April 28, 2021
This afternoon I delivered food to a friendly old couple in a local village close to home. They are always chatty and concerned about holding me up for too long. Today they return some fresh bread, I ask why? The response, we asked for it to be sliced and we’re of an age where are hands don’t grip too well so can’t slice it ourselves.
I said OK no problem, I’ll return it to the store and take it off your bill. Driving around the rest of my shift I thought we can do more for that couple.
When I arrived back in Oswestry I asked my shift manager if we could get it sliced and I’d return it to them as a gift from the store on my journey home? She said what a lovely idea.
15 minutes on I was outside the couples house giving the lady two loaves of bread. Her reaction was a face full of tears, lots of thanks and she said ‘that’s service with a big star’.
In my professional career I’ve had people cry before winning cars, loads of cash, holidays etc, but to gift someone £2 worth of bread is way more satisfying than all of that. Customer service is the key to retaining customers and growing your business.
Today it’s been lovely to see that happen in such a simple, uncomplicated way #customerservice #deliverydriver #helpingpeople
March 23, 2021
Fair to say March 23rd 2020 was a life changing day for everyone in the UK with a full national lockdown imposed, something we are still dealing with and will be for at least another 12/18 months whilst the world catches up with the vaccine programme.
March 23rd 2020 was just 15 days after I returned full-time to the UK after spending the previous 3 years working for Radio 2 in Abu Dhabi. It wasn’t my choice to return home, but having been sacked via email on Boxing Day whilst on holiday in the UK I was left with little choice having tired as best I could to continue my broadcast career in the UAE.
Sorting out your life is a complex and costly process in the UAE with rental contracts to end early, internet accounts to close, a car to sell, arrange shipping for cycles and a few other items I wanted to come home with. In total to leave the UAE properly with no debt and the ability to return for work, holiday or just have the ability to travel via the country at any time cost me over £5,000. This alongside a rather turbulent time in my personal life and fighting an illegal termination case against a semi government owned organisation stress levels were probably best described as extremely high.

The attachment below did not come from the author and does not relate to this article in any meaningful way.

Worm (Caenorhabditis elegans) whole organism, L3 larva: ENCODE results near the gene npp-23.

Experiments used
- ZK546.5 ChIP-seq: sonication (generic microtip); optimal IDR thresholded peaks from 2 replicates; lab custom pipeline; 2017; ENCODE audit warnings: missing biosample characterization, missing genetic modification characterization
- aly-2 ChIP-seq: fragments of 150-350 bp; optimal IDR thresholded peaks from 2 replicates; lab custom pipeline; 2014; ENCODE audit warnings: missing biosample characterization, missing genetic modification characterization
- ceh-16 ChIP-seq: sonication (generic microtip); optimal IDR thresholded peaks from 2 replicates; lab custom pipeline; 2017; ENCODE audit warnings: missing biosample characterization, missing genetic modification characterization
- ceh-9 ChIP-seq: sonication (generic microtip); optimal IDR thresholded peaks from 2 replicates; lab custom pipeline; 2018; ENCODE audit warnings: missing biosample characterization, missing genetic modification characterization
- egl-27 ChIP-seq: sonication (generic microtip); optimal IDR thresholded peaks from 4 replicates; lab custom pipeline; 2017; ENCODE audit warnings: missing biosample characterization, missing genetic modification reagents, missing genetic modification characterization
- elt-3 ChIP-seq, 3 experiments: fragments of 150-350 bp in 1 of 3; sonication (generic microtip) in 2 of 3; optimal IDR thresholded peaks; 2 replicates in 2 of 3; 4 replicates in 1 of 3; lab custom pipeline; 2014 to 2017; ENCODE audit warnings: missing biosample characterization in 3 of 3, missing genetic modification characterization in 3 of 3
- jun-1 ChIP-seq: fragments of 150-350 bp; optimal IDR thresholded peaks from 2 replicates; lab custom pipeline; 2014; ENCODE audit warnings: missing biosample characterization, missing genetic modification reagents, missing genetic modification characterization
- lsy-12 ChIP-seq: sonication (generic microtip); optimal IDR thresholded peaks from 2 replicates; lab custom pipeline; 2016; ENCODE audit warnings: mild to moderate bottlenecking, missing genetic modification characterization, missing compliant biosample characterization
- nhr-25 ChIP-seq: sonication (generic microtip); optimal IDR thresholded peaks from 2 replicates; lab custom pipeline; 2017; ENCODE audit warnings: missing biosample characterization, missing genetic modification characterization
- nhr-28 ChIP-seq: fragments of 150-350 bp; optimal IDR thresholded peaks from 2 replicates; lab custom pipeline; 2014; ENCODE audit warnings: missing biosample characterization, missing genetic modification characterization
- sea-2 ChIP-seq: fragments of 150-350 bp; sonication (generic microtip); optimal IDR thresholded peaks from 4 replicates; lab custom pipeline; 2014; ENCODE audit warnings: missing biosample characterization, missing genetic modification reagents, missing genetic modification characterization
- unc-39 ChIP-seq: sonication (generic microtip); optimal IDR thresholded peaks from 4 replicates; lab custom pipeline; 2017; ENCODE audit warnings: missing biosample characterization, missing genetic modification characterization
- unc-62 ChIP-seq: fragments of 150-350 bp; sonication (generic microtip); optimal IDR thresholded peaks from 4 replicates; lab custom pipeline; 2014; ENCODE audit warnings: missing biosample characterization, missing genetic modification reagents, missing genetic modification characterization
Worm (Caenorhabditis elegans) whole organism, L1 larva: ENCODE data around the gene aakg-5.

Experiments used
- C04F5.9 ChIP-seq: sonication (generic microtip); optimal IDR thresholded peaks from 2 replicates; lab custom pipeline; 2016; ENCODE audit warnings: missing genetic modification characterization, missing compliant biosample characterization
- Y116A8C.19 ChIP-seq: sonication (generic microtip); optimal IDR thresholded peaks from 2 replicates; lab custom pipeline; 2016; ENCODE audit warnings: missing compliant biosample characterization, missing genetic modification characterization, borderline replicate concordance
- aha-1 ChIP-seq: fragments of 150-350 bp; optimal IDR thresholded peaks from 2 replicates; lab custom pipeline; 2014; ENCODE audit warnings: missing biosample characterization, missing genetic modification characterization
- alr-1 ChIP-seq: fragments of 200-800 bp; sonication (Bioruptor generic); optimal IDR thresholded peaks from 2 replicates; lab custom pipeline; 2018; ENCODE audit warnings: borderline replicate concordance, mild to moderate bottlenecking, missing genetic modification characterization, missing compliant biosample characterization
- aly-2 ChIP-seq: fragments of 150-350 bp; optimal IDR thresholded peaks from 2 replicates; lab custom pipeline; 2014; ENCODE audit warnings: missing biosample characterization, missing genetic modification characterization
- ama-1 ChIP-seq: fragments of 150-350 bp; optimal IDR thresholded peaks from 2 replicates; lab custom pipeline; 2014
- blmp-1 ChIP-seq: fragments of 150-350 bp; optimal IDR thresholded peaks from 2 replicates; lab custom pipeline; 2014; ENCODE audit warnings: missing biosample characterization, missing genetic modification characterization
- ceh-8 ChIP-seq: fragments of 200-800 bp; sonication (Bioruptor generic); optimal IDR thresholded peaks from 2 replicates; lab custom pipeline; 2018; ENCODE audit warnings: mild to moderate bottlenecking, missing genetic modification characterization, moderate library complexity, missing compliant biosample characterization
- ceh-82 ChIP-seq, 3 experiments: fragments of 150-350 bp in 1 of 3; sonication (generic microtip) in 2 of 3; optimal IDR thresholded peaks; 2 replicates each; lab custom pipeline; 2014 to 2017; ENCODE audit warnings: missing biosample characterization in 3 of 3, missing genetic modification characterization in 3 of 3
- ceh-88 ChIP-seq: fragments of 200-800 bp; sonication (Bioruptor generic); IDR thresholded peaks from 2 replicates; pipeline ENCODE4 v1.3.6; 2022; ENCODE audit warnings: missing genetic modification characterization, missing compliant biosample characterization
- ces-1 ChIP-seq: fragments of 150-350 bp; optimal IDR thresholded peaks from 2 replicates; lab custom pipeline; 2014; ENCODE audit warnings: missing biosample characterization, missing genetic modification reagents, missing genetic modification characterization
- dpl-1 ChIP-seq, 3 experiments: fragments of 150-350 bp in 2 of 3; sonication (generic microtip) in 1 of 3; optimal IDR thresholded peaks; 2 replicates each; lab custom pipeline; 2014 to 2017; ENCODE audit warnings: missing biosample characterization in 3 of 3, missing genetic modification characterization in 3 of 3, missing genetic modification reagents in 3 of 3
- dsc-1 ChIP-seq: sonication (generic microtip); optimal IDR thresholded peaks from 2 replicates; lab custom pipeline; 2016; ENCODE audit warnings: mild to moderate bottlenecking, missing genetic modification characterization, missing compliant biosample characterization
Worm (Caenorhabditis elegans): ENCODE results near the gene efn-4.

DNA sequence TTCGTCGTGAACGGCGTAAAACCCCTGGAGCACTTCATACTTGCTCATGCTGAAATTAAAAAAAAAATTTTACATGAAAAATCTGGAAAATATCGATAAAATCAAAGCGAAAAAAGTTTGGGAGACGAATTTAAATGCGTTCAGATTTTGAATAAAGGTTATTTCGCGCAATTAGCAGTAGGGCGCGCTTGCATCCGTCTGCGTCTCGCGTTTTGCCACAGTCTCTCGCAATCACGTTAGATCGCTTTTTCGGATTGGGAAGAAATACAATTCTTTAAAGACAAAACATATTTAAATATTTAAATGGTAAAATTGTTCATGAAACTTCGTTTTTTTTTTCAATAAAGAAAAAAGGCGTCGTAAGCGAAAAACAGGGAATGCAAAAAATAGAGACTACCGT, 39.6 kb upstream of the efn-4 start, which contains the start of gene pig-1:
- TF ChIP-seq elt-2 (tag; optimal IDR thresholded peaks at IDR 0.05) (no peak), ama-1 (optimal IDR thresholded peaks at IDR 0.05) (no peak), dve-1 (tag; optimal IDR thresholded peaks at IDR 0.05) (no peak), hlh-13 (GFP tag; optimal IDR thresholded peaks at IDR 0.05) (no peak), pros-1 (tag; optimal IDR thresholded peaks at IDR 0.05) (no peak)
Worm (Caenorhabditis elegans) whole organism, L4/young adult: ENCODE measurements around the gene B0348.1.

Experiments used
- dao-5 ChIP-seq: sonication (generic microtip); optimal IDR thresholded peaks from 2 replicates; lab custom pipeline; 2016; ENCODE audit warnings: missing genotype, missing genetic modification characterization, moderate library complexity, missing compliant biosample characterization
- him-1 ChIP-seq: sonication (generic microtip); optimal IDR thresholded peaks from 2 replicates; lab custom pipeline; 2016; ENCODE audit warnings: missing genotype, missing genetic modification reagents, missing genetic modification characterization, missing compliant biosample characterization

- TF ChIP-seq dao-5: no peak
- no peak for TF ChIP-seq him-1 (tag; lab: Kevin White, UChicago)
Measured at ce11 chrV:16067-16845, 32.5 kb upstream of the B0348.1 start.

The company narrowly avoided a court case calling me into the office 2 days before the case was due to heard and offered to settle for the full amount I would have been awarded by the court. Long story short, you cannot terminate an ex-pat whilst they are out of the country. Something the HR team at Abu Dhabi Media admitted in an email that they copied me in on by mistake! I believe if they had spoken with me and not ignored me totally for 2 months, despite my best efforts we could have resolved things in a much nicer, less stressful and costly way for all involved.
Turns out I had been dismissed to save costs at Radio 2, although the remaining staff had been told something different, but that’s the official reason from some very senior people within the company. So, with a nice amount of money in the bank I finally returned to the UK.
It would be very unfair to not to acknowledge a select few who had my back during an extremely tough time in the UAE. A time when you learn who are true friends and who are just people you once worked with.
Now back in the UK I had a fair amount of ‘chats’ lined up with media companies about opportunities and was confident that something would come along in a few months. I couldn’t have been more wrong, as lockdown was announced all of these ‘chats’ got put on hold and haven’t returned.